In Focus
TRANSPORT & LOGISTICS | Sandra Sendingan, Singapore

Automakers go electric to avoid phase-out in Singapore's car-lite future

Nissan will soon be launching its battery electric vehicle Nissan LEAF to Singapore.

Against the government’s intensified push for public transport and stiff position on private vehicle ownership, carmakers are shifting gears and rolling out electric vehicles in an attempt to boost dismal sales and stay relevant even as Singapore drives into a car-lite future. 

The vehicle sales market in Singapore is expected to hit rock bottom in 2021, according to Fitch Solutions, with new vehicle registrations set to contract at an annual average rate of 25.4% over 2020-2021 as the sector continues its cyclical contraction further aggravated by the hyperexpensive cost of cars.

“Over the next three to five years we expect car sales to contract by 26.9% and 14.4% respectively as the current COE renewal period comes to an end in 2018,” Joshua Cobb, automotive industry analyst at Fitch Solutions told Singapore Business Review.

The dismal forecast which easily deals a blow to carmakers, however, comes as a positive development for the government who has long pushed for a car-lite agenda to reduce strain on local infrastructure and encourage public transport use.

Also read: Singapore has the world's second best public transport system

In February 2018, the move by the Land Transport Authority (LTA) to freeze the number of private cars on its streets came into effect. Although private car numbers were once allowed to increase by 0.25% annually, aspiring carowners now have to lie in wait for the chance to hit the streets although the rate will be reviewed by 2020.

There are a total of 612,256 cars and station wagons in Singapore by end-2017, data from the LTA show, which is less than a 100,000-unit-increase from the 514,685 cars and station wagons on the streets in 2007.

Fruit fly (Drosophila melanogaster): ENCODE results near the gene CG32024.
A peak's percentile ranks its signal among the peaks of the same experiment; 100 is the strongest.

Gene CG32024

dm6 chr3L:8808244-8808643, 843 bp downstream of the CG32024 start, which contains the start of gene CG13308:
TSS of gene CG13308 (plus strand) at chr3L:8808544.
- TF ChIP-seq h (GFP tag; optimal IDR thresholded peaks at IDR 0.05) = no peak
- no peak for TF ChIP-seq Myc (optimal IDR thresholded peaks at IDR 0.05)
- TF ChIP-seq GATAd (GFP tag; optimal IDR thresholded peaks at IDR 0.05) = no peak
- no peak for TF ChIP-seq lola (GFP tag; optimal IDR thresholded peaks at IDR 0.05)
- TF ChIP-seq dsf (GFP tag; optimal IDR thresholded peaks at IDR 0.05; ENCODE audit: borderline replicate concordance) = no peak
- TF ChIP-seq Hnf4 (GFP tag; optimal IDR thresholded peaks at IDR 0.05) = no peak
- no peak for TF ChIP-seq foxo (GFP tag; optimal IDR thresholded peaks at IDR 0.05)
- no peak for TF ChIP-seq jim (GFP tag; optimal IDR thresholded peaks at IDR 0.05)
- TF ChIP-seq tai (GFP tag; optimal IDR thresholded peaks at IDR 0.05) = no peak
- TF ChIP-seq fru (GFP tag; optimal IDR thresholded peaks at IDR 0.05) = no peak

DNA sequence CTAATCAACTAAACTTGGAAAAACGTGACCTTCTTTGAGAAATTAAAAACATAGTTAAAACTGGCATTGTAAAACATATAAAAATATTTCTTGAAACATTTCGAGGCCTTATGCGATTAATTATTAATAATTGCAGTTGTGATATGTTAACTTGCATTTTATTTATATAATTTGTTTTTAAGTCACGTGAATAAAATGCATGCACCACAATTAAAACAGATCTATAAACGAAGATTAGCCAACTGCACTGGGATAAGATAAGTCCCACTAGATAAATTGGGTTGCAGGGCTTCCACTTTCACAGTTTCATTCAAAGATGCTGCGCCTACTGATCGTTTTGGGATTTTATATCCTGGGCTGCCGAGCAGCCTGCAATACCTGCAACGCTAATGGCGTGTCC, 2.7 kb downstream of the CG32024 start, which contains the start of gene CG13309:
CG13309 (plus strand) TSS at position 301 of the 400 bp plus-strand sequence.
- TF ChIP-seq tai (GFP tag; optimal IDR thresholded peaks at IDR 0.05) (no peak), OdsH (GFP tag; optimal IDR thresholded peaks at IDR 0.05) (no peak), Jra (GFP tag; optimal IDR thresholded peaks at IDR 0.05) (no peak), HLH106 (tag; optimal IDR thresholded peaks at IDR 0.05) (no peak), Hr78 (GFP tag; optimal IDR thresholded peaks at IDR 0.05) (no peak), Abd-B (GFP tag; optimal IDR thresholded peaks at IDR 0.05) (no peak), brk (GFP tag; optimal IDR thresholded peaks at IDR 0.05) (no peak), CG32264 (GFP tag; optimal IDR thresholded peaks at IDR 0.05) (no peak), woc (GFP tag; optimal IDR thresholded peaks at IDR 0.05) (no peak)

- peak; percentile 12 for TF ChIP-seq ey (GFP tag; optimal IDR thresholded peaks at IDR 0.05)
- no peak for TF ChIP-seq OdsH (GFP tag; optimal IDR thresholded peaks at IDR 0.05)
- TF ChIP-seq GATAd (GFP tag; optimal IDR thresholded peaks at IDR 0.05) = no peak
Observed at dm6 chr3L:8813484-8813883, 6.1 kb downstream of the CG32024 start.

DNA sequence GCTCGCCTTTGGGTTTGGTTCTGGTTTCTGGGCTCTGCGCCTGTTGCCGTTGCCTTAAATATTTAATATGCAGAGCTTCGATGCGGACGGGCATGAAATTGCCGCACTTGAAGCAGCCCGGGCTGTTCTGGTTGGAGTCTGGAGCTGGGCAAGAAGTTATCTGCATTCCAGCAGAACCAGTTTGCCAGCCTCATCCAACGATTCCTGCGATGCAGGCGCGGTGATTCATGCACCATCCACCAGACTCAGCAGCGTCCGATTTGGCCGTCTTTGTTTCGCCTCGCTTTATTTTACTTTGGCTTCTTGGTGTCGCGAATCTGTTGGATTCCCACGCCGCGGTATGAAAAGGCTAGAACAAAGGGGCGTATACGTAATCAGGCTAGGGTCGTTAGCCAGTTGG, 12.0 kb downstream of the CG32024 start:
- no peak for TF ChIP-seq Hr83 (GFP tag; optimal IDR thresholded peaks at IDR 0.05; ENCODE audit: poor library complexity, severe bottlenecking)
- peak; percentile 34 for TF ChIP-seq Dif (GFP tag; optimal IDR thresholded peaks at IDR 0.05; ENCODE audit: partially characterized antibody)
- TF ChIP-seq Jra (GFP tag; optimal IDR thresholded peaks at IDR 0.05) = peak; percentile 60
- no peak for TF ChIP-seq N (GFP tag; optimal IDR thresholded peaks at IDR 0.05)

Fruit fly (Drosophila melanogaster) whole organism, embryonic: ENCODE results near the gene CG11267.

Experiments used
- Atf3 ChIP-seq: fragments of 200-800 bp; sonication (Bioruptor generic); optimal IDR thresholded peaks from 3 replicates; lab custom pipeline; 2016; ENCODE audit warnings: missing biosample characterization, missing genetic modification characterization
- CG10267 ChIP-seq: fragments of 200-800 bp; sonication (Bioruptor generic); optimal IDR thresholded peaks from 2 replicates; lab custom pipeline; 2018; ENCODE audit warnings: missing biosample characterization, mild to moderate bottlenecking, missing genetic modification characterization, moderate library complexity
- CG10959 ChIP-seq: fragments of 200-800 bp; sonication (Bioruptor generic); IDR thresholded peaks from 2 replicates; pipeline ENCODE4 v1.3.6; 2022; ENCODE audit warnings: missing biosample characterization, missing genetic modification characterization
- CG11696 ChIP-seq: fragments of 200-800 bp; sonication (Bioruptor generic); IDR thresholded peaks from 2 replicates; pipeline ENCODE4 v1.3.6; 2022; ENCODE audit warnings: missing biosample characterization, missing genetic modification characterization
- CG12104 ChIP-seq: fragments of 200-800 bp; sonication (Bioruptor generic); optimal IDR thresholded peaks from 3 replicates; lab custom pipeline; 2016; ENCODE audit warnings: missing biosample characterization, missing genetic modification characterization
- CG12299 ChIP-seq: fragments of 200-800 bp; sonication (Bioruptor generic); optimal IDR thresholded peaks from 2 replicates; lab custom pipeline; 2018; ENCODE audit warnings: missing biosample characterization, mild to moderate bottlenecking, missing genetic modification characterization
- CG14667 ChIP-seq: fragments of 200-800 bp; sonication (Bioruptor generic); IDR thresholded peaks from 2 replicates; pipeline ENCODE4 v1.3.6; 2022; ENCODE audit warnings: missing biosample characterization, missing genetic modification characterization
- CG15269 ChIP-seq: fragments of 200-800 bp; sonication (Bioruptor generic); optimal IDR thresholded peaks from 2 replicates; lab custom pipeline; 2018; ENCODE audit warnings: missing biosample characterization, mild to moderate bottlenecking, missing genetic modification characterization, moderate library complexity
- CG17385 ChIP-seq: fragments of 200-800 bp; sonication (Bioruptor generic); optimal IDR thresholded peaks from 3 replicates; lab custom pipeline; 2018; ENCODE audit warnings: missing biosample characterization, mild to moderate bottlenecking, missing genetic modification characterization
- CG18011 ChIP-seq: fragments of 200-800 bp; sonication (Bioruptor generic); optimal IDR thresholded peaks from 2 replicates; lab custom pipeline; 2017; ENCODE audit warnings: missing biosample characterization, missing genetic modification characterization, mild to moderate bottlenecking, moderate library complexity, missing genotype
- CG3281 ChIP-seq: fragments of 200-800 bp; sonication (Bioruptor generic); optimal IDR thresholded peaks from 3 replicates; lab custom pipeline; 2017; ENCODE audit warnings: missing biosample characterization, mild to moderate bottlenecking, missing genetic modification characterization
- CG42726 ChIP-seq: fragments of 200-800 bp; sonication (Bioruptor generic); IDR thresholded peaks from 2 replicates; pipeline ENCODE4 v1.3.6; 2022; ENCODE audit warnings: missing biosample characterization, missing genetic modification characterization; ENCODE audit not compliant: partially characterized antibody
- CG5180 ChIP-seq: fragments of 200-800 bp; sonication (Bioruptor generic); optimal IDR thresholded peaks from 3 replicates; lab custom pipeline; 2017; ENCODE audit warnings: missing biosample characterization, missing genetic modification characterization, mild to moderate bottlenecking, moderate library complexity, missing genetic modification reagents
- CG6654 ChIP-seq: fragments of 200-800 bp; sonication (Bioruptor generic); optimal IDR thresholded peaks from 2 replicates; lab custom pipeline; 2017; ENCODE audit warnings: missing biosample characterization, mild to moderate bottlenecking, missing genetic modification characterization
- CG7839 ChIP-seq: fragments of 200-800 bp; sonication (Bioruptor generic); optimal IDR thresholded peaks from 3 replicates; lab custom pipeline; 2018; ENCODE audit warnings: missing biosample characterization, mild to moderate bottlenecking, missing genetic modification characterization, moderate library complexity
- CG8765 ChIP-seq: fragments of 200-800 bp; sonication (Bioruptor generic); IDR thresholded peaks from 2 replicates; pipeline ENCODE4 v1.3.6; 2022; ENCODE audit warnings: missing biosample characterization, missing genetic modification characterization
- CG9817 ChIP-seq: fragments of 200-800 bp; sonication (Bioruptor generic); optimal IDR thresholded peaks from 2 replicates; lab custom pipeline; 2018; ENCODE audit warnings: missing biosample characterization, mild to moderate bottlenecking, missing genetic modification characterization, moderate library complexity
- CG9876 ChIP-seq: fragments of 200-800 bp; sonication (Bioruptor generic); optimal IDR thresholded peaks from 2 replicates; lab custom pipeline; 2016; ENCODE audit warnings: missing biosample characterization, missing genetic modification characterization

“Singapore has for a long time limited the vehicle fleet size in the country, as there is only a finite amount of space in the country which will always limit the amount of vehicles that that its infrastructure can handle. That said, in recent years the government has tried to prioritise the development of its public transportation infrastructure,” explained Cobb.

Cobb suggests that the personal transportation industry will be further beset by the proliferation of micromobility services or smaller vehicles like scooters or bicycles who are best able to maneuver their in and out of densely populated Singapore and address the last mile transportation issue.

Electrifying cars
That said, automakers will not be booted out of Singapore that easily although their vehicle fuel mix will evolve correspondingly so that electric vehicles will play a much larger role in Singapore’s nationwide fleet, forecasted Cobb.

“As Singapore is developing into a smart city, we are seeing an increased demand for safe, smart and sustainable mobility. We believe this future of mobility is electric,” said Vincent Wijnen, Senior Vice President in Asia and Oceania at Nissan. “That’s why we will soon be introducing the new Nissan LEAF – the world’s best-selling electric vehicle – to Singapore.”

Wijnen suggests that the city’s dedicated Smart Nation push offers a wealth of opportunities for automakers and how to stay ahead of evolving mobility requirements. “We remain committed to playing a leading role in electrification for the long term, so that means more electric vehicle technologies in the pipeline for Singapore and the region, as well as other models under our Nissan Intelligent Mobility vision,” he added.

Automakers are also increasingly investing into ride-sharing services as more urban residents opt for such transport solutions than traditional vehicle ownership enabling them to enjoy the benefit of public transportation without shouldering the heavy cost of owning a car, noted Cobb.

Toyota has made its bet on Grab and invested US$1b in the platform last June 2018 in a move that mimics similar capital injections by carmakers into ride hailing services in the US. More recently, Grab bagged US$150m as part of its ongoing series H funding round from Japan’s Yamaha Motor Co. weeks after it raised US$250m from Hyundai and Kia in November. 

Against the heavy investment in what was once their disruptors, carmakers are positioning themselves as the preferred vehicle provider for these ride sharing services giving them enough fuel to successfully maneuver their way out of Singapore’s tough personal vehicle stance.

“Besides this, we are confident that the business of building, selling and owning cars is going to continue. People aspire to have an autonomous way of transportation and as such, individual car ownership will remain,” Wijnen added. 

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